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Q. In a football match when a team wins 1-0 the goal is referred to as the "winning goal". In a 2-1 victory the second goal for the victors is called the winning goal. In a 3-0 win, which is the winning goal?

A. The expression "winning goal" can only be correctly used when the scores are separated by one goal. Where the margin of victory is two or more goals then one would have to talk of "winning goals" in the plural.

J Hughes, Hartlepool

A. If the winning goal is defined as the most important goal, then this would be the third goal according to the legendary Alan Philpott of Kent. He stressed the critical nature of the next goal at 2-0: 2-1 and it was anybody's game, while it took an awful lot to come back from 3-0 down.

F Labs, Cambridge

A. In a 3-0 victory there is no winning goal. This only occurs when there is a margin of one goal. You could say that all three goals were winning goals.

Tim March, Cheltenham

A. It is the the middle goal, for that is the one which requires the opposition to get more than one goal in order to draw.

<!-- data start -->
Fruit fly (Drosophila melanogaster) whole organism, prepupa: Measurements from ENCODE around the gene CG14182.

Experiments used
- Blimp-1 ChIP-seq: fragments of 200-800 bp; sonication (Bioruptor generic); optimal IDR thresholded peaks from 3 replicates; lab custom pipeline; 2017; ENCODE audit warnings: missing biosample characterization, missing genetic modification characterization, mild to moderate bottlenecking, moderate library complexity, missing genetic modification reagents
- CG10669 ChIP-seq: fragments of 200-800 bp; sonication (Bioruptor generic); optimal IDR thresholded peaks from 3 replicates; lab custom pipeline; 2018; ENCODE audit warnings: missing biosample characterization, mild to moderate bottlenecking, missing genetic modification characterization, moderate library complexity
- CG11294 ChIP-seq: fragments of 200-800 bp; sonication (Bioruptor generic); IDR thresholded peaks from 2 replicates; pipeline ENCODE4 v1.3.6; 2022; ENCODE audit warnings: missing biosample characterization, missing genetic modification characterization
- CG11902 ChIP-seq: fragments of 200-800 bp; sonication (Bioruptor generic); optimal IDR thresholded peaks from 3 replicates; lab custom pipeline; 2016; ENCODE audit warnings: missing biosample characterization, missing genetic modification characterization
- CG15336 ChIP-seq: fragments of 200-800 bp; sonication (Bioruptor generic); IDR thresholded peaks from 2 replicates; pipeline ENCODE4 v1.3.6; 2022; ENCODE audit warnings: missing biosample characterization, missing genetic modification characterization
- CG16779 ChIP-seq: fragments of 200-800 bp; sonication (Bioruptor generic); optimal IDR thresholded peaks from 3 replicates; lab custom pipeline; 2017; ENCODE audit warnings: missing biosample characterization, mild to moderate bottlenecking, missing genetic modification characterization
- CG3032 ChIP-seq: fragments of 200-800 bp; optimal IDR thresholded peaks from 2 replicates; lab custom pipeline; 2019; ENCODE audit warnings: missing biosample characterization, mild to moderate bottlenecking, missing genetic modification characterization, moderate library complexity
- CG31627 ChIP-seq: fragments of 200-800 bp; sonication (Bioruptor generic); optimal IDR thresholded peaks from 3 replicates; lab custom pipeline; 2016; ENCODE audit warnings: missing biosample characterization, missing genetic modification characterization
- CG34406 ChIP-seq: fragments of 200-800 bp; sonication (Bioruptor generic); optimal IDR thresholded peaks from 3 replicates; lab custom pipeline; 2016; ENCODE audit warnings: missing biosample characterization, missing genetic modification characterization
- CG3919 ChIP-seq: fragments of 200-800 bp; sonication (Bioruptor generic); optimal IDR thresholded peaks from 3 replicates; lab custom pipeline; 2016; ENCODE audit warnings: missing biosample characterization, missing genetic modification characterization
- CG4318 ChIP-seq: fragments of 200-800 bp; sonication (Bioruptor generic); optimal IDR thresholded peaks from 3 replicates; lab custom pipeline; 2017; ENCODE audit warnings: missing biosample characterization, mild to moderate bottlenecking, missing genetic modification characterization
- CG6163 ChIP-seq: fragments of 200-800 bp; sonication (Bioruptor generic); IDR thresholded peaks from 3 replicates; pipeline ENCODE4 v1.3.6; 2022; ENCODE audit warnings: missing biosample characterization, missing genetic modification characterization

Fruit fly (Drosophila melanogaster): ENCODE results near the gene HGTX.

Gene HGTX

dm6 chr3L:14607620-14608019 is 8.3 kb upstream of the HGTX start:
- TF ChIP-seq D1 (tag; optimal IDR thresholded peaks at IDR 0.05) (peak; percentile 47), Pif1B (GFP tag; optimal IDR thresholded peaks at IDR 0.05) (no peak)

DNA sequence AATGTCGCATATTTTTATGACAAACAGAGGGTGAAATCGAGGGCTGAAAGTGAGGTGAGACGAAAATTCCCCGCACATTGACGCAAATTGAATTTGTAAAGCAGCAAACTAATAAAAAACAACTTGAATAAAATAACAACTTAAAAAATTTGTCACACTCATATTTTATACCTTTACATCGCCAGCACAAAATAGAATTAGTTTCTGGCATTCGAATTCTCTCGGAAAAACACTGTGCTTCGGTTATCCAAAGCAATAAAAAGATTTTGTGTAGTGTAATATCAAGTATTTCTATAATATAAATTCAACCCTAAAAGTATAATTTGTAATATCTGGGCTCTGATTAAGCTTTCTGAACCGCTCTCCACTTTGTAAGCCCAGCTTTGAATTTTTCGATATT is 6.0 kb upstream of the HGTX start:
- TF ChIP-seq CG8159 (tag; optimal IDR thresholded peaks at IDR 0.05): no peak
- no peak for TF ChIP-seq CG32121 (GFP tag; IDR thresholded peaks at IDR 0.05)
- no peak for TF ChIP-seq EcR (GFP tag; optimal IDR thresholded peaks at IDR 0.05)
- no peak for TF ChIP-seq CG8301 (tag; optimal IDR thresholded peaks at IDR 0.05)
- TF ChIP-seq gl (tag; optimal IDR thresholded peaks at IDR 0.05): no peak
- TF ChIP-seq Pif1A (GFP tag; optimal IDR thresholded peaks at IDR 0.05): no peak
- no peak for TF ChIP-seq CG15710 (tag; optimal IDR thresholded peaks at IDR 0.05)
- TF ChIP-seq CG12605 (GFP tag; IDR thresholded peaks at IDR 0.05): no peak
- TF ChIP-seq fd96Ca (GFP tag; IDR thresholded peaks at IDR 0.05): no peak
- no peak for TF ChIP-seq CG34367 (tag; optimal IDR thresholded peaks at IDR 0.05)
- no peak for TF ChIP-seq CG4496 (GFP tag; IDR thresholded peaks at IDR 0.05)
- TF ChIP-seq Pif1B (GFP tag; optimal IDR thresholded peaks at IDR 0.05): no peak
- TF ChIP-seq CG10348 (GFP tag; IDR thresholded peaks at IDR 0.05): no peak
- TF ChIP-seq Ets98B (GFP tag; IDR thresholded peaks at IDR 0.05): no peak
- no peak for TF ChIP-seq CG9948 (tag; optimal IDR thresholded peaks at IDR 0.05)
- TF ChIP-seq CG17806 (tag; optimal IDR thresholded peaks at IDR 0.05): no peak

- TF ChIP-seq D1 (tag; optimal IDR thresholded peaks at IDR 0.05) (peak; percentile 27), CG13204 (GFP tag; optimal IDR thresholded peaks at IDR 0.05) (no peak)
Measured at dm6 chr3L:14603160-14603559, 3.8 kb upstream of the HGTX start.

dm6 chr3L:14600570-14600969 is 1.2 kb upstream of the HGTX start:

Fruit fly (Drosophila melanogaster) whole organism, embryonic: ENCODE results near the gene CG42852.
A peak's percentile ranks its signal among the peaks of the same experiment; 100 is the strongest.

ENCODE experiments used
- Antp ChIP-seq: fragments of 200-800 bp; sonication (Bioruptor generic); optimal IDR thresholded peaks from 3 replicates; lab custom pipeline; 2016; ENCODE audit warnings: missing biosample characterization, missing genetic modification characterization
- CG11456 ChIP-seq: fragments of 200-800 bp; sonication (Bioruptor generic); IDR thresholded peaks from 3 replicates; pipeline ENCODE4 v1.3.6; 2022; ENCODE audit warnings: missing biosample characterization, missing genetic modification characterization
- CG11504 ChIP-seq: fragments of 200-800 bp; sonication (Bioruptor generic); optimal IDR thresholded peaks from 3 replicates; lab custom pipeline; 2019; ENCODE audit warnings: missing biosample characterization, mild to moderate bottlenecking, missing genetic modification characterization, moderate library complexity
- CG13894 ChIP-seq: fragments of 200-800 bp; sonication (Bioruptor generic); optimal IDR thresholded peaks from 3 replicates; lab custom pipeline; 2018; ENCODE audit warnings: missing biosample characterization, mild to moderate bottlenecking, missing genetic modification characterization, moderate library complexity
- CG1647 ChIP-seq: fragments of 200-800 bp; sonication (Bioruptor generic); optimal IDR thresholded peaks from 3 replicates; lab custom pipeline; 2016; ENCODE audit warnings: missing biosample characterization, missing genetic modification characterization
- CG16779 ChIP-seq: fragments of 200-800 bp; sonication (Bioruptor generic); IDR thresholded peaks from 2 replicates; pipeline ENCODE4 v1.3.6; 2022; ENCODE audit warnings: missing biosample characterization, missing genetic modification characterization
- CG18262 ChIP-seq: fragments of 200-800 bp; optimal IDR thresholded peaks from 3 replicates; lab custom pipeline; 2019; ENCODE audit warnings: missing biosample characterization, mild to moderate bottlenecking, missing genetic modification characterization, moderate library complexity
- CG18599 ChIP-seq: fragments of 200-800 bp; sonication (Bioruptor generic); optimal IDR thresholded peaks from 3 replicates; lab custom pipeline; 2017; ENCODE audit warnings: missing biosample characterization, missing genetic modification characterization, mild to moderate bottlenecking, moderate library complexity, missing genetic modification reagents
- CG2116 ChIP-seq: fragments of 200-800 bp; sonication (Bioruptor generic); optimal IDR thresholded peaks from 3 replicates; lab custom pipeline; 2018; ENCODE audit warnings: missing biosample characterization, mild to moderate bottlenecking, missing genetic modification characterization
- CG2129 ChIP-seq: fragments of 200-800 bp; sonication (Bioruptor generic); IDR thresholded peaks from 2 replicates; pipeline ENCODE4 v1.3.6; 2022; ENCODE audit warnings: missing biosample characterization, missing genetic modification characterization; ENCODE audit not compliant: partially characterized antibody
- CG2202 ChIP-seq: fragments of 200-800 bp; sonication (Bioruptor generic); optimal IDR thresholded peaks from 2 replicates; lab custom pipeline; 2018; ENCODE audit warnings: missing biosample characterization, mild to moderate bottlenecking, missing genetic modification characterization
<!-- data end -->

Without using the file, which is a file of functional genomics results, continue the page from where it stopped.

Tim Mickleburgh, Grimsby


Q. When Don Bradman started his last Test, the fifth against England at the Oval in 1948, he needed just four runs to attain a career Test average of 100. He made a duck in his only innings in that match. Was there any clamour for Bradman to continue playing against India in Australia in 1948-49? He would have then needed to score 5 in his next innings to achieve an average of three figures.

David G Morris, Glasgow

Q. I read recently that Steve Bull, of Wolves, has scored more than 300 goals against some 70 different clubs in his career. What is his exact record and has any other player approached this feat while playing exclusively for one club?

Tony Oram, Chippenham

If you know an answer to this, or have a sporting question of your own, write to Question and Answer, Sports Desk, Independent on Sunday, 1 Canada Square London E14 5DL. Fax: 0171-293 2894.